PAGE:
Example NLP7: Nelder-Mead Algorithm

The Nelder-Mead algorithm is a pattern search method for use on unconstrained nonlinear models.  It is also known as the downhill simplex method or the flexible polyhedron method. A simplex is simply a polytope of N+1 vertices in N-dimensions. So for example, it is a line segment on a line, a triangle on a plane, and a tetrahedron in three-dimensional space.

The Nelder-Mead method starts by forming an initial simplex from N+1 test points.  It evaluates the function value at the test points, and replaces the worst of the test points by a point determined by reflecting the worst point through the centroid of the remaining N points. If the new point is better than the best current point, then the algorithm tries to stretch exponentially out along this line. On the other hand, if the new point isn't much better than the previous value then the algorithm knows it is stepping across a valley, so it shrinks the polytope towards the best point.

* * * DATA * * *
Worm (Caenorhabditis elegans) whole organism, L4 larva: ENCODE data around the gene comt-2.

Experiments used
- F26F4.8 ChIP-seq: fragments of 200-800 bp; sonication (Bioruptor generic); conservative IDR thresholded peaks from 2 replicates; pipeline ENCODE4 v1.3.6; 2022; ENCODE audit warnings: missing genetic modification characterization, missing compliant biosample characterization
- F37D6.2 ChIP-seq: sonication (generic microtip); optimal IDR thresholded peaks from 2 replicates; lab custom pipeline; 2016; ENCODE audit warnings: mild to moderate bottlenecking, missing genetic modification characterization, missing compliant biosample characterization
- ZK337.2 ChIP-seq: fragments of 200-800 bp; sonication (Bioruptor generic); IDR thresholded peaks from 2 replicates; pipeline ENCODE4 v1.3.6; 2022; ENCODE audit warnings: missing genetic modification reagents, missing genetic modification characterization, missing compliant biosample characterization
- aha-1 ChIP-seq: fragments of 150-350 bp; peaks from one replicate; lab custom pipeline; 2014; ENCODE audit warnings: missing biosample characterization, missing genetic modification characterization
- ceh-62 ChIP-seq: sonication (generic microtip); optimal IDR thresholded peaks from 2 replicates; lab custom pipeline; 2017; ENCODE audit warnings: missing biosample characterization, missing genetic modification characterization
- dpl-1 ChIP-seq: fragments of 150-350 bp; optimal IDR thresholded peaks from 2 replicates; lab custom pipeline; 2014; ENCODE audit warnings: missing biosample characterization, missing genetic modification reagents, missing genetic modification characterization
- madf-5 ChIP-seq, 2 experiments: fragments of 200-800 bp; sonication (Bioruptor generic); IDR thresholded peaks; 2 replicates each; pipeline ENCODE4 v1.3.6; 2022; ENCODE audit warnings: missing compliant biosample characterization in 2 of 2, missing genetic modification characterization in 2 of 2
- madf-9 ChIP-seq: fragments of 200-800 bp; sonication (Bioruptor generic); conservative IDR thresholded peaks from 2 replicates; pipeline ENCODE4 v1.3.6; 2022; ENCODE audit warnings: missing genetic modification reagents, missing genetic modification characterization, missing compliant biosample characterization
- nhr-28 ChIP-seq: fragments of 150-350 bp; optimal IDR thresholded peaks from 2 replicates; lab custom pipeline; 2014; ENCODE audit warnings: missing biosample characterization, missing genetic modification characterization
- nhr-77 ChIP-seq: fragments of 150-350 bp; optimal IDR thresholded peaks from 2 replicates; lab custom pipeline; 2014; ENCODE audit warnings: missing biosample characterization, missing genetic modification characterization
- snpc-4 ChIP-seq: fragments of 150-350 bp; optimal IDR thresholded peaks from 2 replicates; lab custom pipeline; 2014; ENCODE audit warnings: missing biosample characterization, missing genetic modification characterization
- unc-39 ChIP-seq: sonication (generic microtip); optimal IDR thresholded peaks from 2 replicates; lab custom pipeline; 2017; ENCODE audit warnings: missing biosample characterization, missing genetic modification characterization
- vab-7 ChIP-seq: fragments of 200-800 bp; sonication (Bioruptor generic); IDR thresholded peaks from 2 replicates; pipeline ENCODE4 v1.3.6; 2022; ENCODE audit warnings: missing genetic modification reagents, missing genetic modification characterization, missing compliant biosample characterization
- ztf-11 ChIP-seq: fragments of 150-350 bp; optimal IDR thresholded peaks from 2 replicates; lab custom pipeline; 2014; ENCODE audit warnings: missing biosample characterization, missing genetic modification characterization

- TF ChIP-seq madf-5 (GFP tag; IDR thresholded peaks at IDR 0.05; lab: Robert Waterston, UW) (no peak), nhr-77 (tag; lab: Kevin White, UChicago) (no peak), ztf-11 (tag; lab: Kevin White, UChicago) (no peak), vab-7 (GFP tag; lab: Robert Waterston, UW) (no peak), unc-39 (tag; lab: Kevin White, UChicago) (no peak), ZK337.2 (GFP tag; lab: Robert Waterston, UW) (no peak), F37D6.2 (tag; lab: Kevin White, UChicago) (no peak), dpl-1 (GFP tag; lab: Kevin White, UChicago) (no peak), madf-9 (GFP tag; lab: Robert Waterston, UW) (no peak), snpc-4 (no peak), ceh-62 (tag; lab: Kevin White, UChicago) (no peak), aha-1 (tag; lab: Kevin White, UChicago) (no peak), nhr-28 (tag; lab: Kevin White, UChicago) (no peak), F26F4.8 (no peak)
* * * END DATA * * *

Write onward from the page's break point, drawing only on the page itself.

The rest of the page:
The following two animations are demonstrations of the Nelder-Mead method in action. The first animation is a simplex search over the well-known Rosenbrock banana-shaped objective function. Observe how the simplex moves, expands and shrinks until it converges upon the optimum point.

Restart the animations by refreshing the web page.

The second animation shows a Nelder-Mead simplex search over the Himmelblau function. Again, the triangle replaces the worst points, shrinks, and expands while converging on the minimum point.


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See the Wikipedia article where the original diagrams appear at http://en.wikipedia.org/wiki/Nelder-Mead_method